Laparoscopic adhesiolysis as a therapy for chronic pain is still controversial, and long-term effects are not known; therefore, our aim was to evaluate long-term effects of laparoscopic adhesiolysis for the treatment of chronic abdominal pain believed to be related to intraperitoneal adhesions.METHODS
A total of 100 patients with abdominal pain attributed to adhesions were randomized to laparoscopic adhesiolysis or a placebo group with laparoscopy alone. Pain relief was assessed after 12-year follow-up.RESULTS
A total of 73% of patients fulfilled the long-term follow-up. Compared to the placebo group (n = 31), patients in the adhesiolysis group (n = 42) were significantly less often pain-free (8 vs 13, P = .033, relative risk [RR] = 1.3) and to have a greater intake of analgesics (26 vs 16, P = .379, RR = 1.2, 95% confidence interval 0.8–1.8). Moreover, the adhesiolysis group sought medical consultations more frequently (14 vs 6, P = .186, RR = 1.33, 95% confidence interval 0.9–1.9), and had an increased rate of additional operation (8 vs 1, P = .042, RR = 1.67, 95% confidence interval 1.208–2.318). Both groups had improved pain and quality-of-life scores.CONCLUSION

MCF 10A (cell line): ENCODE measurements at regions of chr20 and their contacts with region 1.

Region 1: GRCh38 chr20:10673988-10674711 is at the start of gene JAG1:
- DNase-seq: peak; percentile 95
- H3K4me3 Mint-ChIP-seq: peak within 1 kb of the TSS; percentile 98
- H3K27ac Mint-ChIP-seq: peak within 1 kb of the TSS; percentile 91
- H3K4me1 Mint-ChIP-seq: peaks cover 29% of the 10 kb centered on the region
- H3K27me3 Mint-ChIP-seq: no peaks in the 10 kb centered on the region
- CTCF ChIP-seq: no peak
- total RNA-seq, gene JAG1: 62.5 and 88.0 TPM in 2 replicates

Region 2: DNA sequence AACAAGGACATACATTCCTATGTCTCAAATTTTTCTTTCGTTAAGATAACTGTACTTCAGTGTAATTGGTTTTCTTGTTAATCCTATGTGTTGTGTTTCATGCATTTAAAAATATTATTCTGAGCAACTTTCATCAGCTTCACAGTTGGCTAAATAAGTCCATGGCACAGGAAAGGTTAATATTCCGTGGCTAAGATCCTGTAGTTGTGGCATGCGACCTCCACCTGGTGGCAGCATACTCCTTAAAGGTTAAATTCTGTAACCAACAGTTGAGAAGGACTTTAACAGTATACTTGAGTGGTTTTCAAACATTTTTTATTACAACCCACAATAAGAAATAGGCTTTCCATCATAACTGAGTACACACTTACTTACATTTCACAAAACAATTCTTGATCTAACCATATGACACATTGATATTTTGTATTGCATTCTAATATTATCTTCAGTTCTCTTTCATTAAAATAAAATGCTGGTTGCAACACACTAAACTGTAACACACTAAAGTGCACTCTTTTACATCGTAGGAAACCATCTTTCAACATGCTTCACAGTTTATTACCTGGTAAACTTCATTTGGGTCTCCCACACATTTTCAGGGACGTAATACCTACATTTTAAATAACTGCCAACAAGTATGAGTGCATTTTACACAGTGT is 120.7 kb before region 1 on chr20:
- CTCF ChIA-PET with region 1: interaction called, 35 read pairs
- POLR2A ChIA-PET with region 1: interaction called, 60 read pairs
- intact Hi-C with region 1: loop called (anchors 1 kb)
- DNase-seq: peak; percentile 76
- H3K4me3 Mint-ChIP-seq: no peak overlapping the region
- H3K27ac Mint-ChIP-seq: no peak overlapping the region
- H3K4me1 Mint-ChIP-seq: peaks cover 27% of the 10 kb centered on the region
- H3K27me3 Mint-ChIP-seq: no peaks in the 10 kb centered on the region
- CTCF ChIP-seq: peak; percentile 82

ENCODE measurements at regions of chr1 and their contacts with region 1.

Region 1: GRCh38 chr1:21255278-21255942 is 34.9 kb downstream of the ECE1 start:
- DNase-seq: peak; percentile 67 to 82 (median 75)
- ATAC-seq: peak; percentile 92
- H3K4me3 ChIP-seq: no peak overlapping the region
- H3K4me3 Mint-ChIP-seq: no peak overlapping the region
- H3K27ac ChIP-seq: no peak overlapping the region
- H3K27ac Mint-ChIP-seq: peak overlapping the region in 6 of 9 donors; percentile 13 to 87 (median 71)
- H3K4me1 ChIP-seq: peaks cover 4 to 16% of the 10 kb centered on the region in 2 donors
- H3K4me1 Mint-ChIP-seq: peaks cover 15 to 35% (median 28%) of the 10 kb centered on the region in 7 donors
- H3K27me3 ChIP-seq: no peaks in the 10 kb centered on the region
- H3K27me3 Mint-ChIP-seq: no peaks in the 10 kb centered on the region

This is the first, long-term, placebo-controlled trial regarding the use of laparoscopic adhesiolysis for treating chronic abdominal pain. Laparoscopic adhesiolysis was less beneficial than laparoscopy alone in the long term. Secondly, there appeared to be a powerful, long-lasting placebo effect of laparoscopy. Because adhesiolysis is associated with an increased risk of operative complications, avoiding this treatment may result in less morbidity and health care costs.